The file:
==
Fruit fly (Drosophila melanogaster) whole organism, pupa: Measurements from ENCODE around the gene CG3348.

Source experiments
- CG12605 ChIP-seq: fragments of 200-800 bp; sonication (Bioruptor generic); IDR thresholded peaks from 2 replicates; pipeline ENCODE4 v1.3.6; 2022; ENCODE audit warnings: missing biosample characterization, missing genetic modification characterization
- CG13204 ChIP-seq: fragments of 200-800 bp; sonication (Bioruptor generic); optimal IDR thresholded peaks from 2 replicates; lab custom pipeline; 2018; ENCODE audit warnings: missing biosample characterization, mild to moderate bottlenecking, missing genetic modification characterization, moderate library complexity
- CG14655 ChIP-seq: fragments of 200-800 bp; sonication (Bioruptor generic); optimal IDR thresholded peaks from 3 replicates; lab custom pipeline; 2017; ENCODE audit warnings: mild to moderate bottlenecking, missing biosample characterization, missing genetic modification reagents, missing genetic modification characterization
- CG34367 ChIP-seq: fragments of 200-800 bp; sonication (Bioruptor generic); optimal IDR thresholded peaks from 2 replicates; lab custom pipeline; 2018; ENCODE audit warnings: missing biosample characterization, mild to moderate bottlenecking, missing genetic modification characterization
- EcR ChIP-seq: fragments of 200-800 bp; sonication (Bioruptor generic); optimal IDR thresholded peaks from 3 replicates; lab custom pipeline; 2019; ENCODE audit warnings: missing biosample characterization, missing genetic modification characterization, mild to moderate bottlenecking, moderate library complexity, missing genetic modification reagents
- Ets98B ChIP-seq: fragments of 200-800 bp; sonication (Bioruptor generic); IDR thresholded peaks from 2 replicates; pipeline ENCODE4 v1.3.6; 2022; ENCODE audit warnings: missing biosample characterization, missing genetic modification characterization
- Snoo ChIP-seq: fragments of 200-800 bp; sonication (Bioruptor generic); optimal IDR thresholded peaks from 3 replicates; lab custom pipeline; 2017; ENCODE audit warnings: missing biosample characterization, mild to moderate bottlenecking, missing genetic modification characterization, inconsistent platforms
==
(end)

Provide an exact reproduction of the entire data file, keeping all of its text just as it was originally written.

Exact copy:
Fruit fly (Drosophila melanogaster) whole organism, pupa: Measurements from ENCODE around the gene CG3348.

Source experiments
- CG12605 ChIP-seq: fragments of 200-800 bp; sonication (Bioruptor generic); IDR thresholded peaks from 2 replicates; pipeline ENCODE4 v1.3.6; 2022; ENCODE audit warnings: missing biosample characterization, missing genetic modification characterization
- CG13204 ChIP-seq: fragments of 200-800 bp; sonication (Bioruptor generic); optimal IDR thresholded peaks from 2 replicates; lab custom pipeline; 2018; ENCODE audit warnings: missing biosample characterization, mild to moderate bottlenecking, missing genetic modification characterization, moderate library complexity
- CG14655 ChIP-seq: fragments of 200-800 bp; sonication (Bioruptor generic); optimal IDR thresholded peaks from 3 replicates; lab custom pipeline; 2017; ENCODE audit warnings: mild to moderate bottlenecking, missing biosample characterization, missing genetic modification reagents, missing genetic modification characterization
- CG34367 ChIP-seq: fragments of 200-800 bp; sonication (Bioruptor generic); optimal IDR thresholded peaks from 2 replicates; lab custom pipeline; 2018; ENCODE audit warnings: missing biosample characterization, mild to moderate bottlenecking, missing genetic modification characterization
- EcR ChIP-seq: fragments of 200-800 bp; sonication (Bioruptor generic); optimal IDR thresholded peaks from 3 replicates; lab custom pipeline; 2019; ENCODE audit warnings: missing biosample characterization, missing genetic modification characterization, mild to moderate bottlenecking, moderate library complexity, missing genetic modification reagents
- Ets98B ChIP-seq: fragments of 200-800 bp; sonication (Bioruptor generic); IDR thresholded peaks from 2 replicates; pipeline ENCODE4 v1.3.6; 2022; ENCODE audit warnings: missing biosample characterization, missing genetic modification characterization
- Snoo ChIP-seq: fragments of 200-800 bp; sonication (Bioruptor generic); optimal IDR thresholded peaks from 3 replicates; lab custom pipeline; 2017; ENCODE audit warnings: missing biosample characterization, mild to moderate bottlenecking, missing genetic modification characterization, inconsistent platforms